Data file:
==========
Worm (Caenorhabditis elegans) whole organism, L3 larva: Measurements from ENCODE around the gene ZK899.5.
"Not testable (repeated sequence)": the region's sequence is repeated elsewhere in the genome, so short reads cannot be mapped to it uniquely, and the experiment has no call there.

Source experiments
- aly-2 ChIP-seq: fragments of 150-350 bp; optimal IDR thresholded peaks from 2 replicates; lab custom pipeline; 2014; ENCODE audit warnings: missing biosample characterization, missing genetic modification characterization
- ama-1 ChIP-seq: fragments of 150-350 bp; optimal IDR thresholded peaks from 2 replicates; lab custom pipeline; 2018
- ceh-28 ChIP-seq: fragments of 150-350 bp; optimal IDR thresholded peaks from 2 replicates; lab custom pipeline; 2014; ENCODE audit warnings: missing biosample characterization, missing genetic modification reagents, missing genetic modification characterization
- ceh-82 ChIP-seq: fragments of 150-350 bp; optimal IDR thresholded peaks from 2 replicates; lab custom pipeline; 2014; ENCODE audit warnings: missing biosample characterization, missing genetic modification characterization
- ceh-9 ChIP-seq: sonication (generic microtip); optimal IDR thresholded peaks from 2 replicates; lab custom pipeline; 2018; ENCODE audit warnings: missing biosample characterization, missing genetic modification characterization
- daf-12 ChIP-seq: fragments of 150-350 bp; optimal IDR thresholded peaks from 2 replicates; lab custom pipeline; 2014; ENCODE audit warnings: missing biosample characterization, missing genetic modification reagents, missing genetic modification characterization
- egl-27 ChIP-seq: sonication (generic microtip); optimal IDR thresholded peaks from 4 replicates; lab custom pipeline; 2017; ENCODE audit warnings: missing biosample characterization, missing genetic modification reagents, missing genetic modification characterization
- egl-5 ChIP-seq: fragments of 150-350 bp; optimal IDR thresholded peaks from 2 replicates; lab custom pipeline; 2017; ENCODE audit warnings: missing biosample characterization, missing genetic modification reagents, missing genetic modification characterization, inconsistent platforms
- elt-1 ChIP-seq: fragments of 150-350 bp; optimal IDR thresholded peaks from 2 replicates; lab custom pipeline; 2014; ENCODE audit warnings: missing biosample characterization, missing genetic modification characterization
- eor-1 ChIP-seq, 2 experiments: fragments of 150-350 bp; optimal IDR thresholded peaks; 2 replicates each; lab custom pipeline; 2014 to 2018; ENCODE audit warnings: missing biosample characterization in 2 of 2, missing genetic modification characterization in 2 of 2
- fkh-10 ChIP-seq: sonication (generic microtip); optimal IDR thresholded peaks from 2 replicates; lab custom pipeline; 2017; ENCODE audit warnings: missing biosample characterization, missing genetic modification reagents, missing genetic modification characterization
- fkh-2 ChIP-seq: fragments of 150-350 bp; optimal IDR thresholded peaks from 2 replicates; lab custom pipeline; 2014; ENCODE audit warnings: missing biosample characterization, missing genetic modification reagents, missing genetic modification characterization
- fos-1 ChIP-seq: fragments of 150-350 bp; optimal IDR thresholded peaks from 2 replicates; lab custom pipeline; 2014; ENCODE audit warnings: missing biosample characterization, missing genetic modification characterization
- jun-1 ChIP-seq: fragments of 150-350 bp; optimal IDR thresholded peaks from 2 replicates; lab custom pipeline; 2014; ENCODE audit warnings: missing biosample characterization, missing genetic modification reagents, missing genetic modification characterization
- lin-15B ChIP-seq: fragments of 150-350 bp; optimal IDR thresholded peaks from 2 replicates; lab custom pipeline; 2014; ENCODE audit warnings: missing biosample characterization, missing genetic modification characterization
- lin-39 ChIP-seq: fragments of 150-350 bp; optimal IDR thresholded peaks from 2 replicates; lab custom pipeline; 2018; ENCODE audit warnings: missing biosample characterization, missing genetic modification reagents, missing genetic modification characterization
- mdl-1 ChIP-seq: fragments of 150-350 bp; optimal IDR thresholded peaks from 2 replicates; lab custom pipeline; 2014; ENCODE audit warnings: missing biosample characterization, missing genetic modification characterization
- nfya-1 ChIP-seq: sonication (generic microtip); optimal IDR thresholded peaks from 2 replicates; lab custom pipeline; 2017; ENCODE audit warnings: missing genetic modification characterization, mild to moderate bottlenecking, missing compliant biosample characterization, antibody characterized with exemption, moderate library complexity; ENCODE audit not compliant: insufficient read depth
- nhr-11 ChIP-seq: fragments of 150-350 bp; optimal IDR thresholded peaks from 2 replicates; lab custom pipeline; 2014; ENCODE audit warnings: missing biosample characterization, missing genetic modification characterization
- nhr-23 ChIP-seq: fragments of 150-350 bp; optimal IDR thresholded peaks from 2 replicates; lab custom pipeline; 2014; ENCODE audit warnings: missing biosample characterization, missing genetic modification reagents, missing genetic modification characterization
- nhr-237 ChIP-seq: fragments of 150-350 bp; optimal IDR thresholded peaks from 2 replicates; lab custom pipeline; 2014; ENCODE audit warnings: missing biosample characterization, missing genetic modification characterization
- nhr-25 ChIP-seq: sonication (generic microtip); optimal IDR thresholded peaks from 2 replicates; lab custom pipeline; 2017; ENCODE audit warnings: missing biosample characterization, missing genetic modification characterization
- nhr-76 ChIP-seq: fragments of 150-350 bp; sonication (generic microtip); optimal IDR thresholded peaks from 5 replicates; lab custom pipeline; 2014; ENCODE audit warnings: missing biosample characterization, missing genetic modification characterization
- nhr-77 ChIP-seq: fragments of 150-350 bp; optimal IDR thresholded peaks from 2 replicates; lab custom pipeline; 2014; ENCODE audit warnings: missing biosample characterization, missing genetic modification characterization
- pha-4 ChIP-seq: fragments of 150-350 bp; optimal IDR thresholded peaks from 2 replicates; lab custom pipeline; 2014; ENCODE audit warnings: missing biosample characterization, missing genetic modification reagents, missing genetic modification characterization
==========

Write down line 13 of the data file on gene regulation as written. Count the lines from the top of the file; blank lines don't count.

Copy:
- eor-1 ChIP-seq, 2 experiments: fragments of 150-350 bp; optimal IDR thresholded peaks; 2 replicates each; lab custom pipeline; 2014 to 2018; ENCODE audit warnings: missing biosample characterization in 2 of 2, missing genetic modification characterization in 2 of 2